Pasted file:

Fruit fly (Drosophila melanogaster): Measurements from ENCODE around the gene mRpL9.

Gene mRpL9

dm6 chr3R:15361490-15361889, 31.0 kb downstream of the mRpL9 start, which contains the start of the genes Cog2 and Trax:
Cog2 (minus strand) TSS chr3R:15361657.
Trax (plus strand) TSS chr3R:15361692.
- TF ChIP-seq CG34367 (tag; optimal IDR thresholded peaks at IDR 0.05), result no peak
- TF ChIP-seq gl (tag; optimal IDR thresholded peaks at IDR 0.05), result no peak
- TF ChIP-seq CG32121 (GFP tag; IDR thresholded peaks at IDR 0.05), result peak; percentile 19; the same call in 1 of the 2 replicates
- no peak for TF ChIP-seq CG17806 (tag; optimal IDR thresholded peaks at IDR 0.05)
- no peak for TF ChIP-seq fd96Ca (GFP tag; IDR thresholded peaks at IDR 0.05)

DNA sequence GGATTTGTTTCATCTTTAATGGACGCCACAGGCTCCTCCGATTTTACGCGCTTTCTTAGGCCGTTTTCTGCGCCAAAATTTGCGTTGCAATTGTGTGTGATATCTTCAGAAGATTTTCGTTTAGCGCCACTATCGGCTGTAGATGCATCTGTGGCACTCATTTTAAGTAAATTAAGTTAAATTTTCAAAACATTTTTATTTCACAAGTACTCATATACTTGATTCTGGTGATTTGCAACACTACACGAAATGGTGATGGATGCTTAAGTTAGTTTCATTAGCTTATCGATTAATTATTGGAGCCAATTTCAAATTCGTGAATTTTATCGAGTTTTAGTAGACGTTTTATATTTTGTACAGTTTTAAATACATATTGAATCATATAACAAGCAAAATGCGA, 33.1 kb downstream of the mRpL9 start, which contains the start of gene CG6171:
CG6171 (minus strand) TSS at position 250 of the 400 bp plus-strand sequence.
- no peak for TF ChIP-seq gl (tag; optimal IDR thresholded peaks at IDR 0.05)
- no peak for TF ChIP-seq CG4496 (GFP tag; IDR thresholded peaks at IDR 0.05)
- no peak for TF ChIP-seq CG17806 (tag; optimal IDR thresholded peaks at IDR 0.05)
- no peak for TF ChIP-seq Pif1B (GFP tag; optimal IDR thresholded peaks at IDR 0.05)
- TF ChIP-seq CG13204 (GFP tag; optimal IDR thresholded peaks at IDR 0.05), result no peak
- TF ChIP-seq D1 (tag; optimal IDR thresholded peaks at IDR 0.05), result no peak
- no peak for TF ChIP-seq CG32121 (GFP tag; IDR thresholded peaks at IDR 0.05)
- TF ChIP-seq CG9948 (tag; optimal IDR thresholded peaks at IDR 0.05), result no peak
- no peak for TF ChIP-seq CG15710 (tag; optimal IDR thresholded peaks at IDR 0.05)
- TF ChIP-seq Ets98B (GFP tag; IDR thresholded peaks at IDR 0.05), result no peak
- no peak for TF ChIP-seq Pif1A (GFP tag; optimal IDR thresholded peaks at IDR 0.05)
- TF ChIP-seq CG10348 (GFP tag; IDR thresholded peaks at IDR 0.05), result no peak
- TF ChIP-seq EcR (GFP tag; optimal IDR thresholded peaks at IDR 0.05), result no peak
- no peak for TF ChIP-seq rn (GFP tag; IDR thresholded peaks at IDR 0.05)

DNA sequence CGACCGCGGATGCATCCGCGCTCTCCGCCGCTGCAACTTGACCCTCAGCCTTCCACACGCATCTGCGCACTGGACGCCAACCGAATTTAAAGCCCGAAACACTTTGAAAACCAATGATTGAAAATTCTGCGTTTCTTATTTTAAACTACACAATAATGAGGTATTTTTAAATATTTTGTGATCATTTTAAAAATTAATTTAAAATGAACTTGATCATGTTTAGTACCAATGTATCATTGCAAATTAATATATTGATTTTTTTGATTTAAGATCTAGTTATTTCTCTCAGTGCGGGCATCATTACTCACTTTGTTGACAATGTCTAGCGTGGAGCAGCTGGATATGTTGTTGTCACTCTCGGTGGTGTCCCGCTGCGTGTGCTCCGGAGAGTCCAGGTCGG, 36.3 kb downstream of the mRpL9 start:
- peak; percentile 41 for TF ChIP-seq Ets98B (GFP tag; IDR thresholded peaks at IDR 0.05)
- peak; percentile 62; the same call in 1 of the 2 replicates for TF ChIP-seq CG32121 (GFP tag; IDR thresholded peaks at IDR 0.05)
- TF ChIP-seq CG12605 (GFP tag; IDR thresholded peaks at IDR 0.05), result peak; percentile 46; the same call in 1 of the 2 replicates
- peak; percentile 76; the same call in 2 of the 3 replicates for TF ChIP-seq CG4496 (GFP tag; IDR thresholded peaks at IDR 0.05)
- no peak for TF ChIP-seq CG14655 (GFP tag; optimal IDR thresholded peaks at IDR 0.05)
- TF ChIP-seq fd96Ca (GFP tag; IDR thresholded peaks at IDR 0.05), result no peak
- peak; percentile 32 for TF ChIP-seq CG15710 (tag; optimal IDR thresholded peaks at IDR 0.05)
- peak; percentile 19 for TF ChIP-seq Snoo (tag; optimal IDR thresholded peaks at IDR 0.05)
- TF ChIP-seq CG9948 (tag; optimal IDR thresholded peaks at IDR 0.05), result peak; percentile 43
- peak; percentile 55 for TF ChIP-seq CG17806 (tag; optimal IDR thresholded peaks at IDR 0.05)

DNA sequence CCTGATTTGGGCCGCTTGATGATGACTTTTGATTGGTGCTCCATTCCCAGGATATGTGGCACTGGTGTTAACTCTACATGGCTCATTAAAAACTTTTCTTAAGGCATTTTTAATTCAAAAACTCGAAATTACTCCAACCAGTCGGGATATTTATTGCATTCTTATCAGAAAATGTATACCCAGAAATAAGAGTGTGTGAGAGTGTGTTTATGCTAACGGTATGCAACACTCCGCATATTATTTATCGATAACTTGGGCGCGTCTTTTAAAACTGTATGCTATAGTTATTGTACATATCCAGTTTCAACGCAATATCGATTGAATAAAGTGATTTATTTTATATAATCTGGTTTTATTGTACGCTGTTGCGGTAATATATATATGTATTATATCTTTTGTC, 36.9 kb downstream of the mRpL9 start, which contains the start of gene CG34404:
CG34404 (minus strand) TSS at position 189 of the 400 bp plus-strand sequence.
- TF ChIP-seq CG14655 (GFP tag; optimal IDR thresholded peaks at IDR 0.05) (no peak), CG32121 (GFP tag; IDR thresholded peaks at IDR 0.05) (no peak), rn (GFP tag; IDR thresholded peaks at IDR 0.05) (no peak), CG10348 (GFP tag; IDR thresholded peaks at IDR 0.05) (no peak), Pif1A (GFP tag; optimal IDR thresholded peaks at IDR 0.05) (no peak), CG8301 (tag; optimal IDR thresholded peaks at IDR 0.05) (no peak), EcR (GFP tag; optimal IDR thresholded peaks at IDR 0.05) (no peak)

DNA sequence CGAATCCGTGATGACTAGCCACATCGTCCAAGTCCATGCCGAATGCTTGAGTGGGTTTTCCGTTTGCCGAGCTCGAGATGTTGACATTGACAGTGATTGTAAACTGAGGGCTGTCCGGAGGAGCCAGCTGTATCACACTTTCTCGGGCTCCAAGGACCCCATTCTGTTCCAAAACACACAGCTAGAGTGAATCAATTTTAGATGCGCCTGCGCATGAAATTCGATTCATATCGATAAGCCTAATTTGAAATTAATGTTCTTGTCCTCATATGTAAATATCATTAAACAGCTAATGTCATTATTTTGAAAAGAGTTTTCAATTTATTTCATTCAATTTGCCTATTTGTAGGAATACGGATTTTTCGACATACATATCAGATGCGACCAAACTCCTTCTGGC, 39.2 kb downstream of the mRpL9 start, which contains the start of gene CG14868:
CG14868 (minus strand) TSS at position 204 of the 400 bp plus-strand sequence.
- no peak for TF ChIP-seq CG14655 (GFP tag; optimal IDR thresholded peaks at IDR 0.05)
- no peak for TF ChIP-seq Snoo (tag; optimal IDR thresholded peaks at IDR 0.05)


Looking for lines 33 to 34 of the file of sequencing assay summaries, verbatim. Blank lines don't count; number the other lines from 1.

- TF ChIP-seq fd96Ca (GFP tag; IDR thresholded peaks at IDR 0.05), result no peak
- peak; percentile 32 for TF ChIP-seq CG15710 (tag; optimal IDR thresholded peaks at IDR 0.05)